However, instead of prudent public health measures to ensure the public’s safety, governments such as the United States are quickly rolling out 5G networks in neighborhoods and are enacting various state and federal regulations to “streamline” and fasttrack the rollout. These regulations will end the ability of communities to halt and be a part of the decision making process in this massive 5G infrastructure buildout. That’s exactly what is happening in my town.
Wireless company documents clearly state that 5G will increase the levels of RF radiation in the vicinity of the antennas. Many countries such as China, India, Poland, Russia, Italy and Switzerland have far more protective and stricter radiation limits which will not allow the deployment of 5G as the increased 5G radiation would exceed their limits. These countries are creating roadblocks to the 5G rollout even though the broadband industry has launched large scale efforts to try to loosen the radiation limits. Obviously the wireless companies with the FCC’s support are silencing community feedback. And who decides what amount of radiation is healthy? What about those macro boxes that are possibly going to end up in front of our homes. With their small broadcast radius of 300 - 500 feet, they’re certainly going to be in your neighborhoods.
In my social media feed this last week, I read that a Belgian government minister has announced that Brussels is halting its 5G plans due to health effects. This government minister identified that a 5G pilot project is not compatible with Belgian radiation safety standards, and stated that she does not intend to make an exception.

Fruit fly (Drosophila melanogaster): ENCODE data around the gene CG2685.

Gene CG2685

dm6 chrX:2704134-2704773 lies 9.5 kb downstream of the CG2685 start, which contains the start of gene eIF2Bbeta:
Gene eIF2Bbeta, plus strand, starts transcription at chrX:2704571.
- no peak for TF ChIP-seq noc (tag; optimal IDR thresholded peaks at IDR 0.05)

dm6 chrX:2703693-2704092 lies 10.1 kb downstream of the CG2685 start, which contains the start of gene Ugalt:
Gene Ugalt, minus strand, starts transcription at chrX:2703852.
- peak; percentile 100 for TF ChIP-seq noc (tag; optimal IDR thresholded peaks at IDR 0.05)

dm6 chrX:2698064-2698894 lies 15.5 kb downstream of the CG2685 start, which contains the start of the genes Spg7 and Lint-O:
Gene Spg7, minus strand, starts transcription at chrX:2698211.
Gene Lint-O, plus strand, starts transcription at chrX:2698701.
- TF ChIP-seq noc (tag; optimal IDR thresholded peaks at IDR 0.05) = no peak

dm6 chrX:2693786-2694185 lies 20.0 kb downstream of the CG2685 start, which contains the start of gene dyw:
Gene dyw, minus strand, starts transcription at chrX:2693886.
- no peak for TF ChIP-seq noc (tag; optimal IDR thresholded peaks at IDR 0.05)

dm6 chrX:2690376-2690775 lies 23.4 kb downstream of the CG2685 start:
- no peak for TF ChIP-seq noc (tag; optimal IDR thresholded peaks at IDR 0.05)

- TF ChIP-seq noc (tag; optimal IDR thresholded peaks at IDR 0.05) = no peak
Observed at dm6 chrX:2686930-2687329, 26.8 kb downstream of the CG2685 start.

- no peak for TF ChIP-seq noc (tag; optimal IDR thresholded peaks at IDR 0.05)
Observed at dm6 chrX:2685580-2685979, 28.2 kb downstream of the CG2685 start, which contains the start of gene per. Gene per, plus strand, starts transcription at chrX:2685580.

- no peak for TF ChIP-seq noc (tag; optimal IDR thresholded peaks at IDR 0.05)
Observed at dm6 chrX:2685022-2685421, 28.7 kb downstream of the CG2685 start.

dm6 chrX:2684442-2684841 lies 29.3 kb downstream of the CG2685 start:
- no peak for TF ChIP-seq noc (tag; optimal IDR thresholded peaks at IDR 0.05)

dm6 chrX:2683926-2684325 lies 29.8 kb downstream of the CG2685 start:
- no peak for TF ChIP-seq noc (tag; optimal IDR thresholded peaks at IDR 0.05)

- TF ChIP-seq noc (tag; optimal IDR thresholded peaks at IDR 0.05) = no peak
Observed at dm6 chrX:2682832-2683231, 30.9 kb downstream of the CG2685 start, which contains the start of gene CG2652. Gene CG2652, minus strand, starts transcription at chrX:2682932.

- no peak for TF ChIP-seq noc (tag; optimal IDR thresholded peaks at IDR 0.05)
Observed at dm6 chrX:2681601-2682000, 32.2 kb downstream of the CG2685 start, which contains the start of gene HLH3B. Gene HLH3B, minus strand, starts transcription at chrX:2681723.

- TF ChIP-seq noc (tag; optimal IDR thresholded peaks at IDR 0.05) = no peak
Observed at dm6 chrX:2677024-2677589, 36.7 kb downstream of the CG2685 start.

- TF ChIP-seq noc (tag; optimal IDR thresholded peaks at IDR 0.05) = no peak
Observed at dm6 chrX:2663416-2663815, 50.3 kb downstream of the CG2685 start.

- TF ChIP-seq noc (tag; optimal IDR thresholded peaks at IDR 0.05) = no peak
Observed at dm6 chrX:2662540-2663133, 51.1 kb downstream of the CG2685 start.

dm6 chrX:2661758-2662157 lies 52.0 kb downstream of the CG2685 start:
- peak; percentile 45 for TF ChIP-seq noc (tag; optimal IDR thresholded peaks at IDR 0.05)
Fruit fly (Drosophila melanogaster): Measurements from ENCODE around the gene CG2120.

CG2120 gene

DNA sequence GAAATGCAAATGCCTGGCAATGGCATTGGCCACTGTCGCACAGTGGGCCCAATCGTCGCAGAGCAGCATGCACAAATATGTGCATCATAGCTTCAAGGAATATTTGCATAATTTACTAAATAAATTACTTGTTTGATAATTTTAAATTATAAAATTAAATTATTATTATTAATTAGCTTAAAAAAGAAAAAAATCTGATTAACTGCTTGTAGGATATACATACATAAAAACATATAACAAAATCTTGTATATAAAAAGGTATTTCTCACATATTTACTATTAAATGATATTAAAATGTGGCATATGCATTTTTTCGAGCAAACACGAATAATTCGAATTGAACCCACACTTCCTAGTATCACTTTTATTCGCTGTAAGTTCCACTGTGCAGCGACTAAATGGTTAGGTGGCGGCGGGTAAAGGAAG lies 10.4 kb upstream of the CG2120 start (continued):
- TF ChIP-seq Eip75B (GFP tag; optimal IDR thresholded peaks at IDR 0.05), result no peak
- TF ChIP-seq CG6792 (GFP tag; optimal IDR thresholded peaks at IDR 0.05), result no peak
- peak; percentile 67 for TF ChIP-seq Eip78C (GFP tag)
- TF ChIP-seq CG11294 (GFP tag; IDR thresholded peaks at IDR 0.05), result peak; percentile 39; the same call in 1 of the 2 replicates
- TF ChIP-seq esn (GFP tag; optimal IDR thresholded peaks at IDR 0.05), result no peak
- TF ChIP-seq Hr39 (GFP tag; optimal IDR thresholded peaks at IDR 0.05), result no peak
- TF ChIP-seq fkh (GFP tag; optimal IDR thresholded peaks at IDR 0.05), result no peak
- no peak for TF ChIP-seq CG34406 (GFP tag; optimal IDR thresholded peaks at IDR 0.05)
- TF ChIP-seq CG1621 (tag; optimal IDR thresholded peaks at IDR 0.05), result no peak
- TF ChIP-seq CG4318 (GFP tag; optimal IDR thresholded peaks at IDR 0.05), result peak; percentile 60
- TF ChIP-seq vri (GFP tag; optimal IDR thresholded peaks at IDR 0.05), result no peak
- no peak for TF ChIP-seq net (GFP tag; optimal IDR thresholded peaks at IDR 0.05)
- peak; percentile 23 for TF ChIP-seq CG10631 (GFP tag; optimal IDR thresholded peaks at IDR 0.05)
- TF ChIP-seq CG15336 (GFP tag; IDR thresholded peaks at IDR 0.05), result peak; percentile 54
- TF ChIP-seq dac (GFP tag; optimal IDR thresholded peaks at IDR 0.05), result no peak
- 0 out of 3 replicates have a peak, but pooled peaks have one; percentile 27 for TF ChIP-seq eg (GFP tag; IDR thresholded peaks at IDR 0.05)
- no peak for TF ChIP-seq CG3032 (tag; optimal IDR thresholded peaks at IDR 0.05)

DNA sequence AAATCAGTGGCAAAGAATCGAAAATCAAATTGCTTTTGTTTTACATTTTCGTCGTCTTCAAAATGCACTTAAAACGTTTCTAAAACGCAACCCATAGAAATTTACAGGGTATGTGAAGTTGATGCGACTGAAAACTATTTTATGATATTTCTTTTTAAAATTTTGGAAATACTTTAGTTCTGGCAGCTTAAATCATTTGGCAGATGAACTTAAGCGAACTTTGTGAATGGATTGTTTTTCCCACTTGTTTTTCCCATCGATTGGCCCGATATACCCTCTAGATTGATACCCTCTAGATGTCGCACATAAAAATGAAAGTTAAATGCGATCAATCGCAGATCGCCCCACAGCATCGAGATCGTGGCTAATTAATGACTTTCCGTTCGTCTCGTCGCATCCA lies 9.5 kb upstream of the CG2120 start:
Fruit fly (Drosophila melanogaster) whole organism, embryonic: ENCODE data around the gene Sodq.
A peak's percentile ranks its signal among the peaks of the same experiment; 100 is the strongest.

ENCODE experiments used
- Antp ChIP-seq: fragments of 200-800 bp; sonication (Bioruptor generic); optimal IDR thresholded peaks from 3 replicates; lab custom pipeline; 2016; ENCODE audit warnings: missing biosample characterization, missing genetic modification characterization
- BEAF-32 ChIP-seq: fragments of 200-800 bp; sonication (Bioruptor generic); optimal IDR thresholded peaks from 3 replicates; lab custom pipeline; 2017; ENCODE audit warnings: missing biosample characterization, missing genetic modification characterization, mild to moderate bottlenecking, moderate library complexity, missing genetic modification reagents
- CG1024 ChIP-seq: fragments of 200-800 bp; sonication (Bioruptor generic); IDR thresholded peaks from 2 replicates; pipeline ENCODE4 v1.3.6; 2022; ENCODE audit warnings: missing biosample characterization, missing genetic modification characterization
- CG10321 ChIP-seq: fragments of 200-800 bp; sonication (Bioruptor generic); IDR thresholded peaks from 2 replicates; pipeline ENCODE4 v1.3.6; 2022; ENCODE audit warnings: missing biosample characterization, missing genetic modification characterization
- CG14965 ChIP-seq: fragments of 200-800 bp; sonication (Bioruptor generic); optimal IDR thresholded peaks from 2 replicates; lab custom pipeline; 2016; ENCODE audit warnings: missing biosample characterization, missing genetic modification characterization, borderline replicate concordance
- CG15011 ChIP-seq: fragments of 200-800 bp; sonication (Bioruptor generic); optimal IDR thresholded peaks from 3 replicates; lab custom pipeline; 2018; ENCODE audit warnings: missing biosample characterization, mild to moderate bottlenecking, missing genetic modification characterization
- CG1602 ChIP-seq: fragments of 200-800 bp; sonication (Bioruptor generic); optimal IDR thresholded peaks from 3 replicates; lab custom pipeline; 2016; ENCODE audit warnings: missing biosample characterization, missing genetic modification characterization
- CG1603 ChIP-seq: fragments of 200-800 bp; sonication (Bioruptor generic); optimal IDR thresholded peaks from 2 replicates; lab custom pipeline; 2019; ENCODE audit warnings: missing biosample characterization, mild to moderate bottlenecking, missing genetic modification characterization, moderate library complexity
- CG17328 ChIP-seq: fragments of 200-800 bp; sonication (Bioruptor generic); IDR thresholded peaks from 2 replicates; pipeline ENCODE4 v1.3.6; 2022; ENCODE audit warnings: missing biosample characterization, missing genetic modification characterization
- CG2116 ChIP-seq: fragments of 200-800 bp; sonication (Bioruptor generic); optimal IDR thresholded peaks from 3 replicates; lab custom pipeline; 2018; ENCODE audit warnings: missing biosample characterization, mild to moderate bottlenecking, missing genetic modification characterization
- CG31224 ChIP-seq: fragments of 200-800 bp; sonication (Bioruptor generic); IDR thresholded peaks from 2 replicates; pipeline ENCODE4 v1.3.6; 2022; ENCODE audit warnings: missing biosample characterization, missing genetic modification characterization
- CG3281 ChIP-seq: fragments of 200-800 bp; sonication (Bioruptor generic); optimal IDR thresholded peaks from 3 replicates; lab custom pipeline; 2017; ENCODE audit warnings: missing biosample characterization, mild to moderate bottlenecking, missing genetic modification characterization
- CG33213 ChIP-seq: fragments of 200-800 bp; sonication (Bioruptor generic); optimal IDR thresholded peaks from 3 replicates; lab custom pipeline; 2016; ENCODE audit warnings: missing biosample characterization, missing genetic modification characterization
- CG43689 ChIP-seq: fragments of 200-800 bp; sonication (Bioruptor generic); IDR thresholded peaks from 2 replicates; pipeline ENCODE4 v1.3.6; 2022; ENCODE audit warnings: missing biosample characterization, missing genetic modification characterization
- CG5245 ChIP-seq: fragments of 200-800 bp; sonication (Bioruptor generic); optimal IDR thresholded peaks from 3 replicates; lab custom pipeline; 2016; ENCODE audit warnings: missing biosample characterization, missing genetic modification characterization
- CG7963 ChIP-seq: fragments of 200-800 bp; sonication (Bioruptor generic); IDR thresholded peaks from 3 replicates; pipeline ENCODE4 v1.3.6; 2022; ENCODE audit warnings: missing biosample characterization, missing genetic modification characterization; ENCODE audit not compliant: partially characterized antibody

In my home state of California, I found so far, only that the Marin County town of Mill Valley voted in early September 2018 to ban new sites in residential-zoned areas—not because they might be ugly, but because of fears over their electromagnetic fields.
In an article by theverge.com this last week, the writer headed to Chicago to test out Verizon’s announcement of the launch of their 5g. The writer reported that “coverage is so extremely sparse that, for right now, I’d caution anyone against buying and paying Verizon an extra $10 every month to receive 5G. He further wrote, “ It feels frustratingly random in Chicago. It’s centered around city attractions and high-density areas, but it’s inconsistent even at that. 5G is there for one block and gone the next. You’ll hit the 5G lottery on one street corner and then go several without the same luck. What kind of scavenger hunt is this? Perhaps he doesn’t know how many macro sites it will take to cover the city? And does he understand the risks that might come with the full launch?
Also, check out this great post at ehtrust.org where doctors testified at a Teton county commissioners hearing!! Along with addressing the concerns to humans from their personal experience, these doctors shared that 5G towers in particular have been shown to confuse wildlife’s ability to migrate and navigate. Bee populations wither in the vicinity of these towers as they interfere with the structures in the bees that allows them to navigate.
So, OK, I’m one person, in one small town who is concerned about the reports on 5g’s effects on our health, but this week, as we all start reading entire cities and countries banning this technology, I start to realize that we may not be hearing the entire story regarding the health risks. I’m sure this isn’t the last time I’ll be bringing up this topic.
Interested in digging in deeper to the political discussion on 5G? Watch this video at Edge of Wonder.